Retraction Watch

Tracking retractions as a window into the scientific process

“Will you marry me?”: An unusual note sneaks into acknowledgements of scientific paper

with 17 comments

This is an artistic life reconstruction of the new horned dinosaur Regaliceratops peterhewsi in the palaeoenvironment of the Late Cretaceous of Alberta, Canada. SOURCE: Art by Julius T. Csotonyi. Courtesy of Royal Tyrrell Museum, Drumheller, Alberta.

Artist’s rendering of Regaliceratops peterhewsi, by Julius T. Csotonyi, courtesy of Royal Tyrrell Museum

Scientists have discovered the skull of a new dinosaur, a feathered relative of the Triceratops, according to new findings released in Current Biology today.

Now, we know what you may be thinking – we don’t normally cover science news. We’re writing about this paper because of a little note we saw in the acknowledgements:

C.M.B. would specifically like to highlight the ongoing and unwavering support of Lorna O’Brien. Lorna, will you marry me?

That’s right – first author Caleb M. Brown, based at the Royal Tyrrell Museum of Palaeontology in Drumheller, Alberta, proposed to his girlfriend in his paper.

It’s the first time we’ve come across such an unusual acknowledgement, but we are sure this – or something similar – has happened before. The question is: Will she say yes?? We’ve reached out to Brown, and will try to keep you posted. [Update: We’re told that she did say yes.]

A spokesperson for Cell Press, the publisher of Current Biology, said the publisher is on board with the move:

Current Biology is aware of the proposal and we are wishing the very best for the couple. I checked with several editors and this is a first for Current Biology as well as Cell Press.

Beyond that, “A New Horned Dinosaur Reveals Convergent Evolution in Cranial Ornamentation in Ceratopsidae” has some interesting findings.

Here’s more from the publisher’s press release about the paper:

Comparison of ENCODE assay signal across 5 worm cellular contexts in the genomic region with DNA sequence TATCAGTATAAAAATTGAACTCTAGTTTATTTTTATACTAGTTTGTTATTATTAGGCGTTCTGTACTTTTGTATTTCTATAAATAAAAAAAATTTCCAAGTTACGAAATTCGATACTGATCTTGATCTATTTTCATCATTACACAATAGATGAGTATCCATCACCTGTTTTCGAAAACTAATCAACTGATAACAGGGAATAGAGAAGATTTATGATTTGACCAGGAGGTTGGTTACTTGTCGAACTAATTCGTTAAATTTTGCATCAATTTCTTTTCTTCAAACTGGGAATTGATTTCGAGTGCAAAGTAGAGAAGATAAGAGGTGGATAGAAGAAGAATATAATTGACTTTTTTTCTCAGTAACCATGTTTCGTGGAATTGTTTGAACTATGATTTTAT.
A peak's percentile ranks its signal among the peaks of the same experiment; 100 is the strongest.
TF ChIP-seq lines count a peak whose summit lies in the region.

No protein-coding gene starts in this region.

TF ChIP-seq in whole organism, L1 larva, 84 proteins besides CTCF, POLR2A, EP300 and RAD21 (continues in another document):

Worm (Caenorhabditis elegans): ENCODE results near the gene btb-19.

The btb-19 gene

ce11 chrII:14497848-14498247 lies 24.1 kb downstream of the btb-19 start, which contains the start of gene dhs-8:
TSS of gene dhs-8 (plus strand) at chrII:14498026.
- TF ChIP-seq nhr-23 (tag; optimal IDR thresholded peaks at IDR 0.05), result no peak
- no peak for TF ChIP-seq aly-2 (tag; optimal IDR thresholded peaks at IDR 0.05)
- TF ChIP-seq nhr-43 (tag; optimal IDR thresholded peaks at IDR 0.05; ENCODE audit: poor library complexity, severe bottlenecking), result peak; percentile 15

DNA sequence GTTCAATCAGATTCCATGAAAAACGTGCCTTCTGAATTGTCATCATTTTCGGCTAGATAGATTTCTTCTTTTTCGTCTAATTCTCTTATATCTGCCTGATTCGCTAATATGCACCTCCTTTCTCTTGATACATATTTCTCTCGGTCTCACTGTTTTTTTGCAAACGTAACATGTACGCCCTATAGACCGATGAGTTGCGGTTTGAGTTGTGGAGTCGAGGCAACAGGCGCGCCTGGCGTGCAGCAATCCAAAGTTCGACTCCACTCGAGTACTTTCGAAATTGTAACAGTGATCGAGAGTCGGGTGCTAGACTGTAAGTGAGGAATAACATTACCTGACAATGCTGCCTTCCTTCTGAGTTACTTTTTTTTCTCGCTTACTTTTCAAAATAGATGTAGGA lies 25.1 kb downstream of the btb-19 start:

“The specimen comes from a geographic region of Alberta where we have not found horned dinosaurs before, so from the onset we knew it was important,” says Dr. Caleb Brown of the Royal Tyrrell Museum of Palaeontology in Alberta, Canada. “However, it was not until the specimen was being slowly prepared from the rocks in the laboratory that the full anatomy was uncovered, and the bizarre suite of characters revealed. Once it was prepared it was obviously a new species, and an unexpected one at that. Many horned-dinosaur researchers who visited the museum did a double take when they first saw it in the laboratory.”

Brown likes to say, only partly in jest, that the uniqueness of this specimen was so obvious that you could tell it was a new species from 100 meters away.

What made this new horned dinosaur distinctive was the size and shape of its facial horns and the shield-like frill at the back of the skull. This new species is similar in many respects to Triceratops, except that its nose horn is taller and the two horns over its eyes are “almost comically small.” But the new dinosaur’s most distinctive feature is that frill, including what Brown describes as a halo of large, pentagonal plates radiating outward, as well as a central spike. “The combined result looks like a crown,” he says.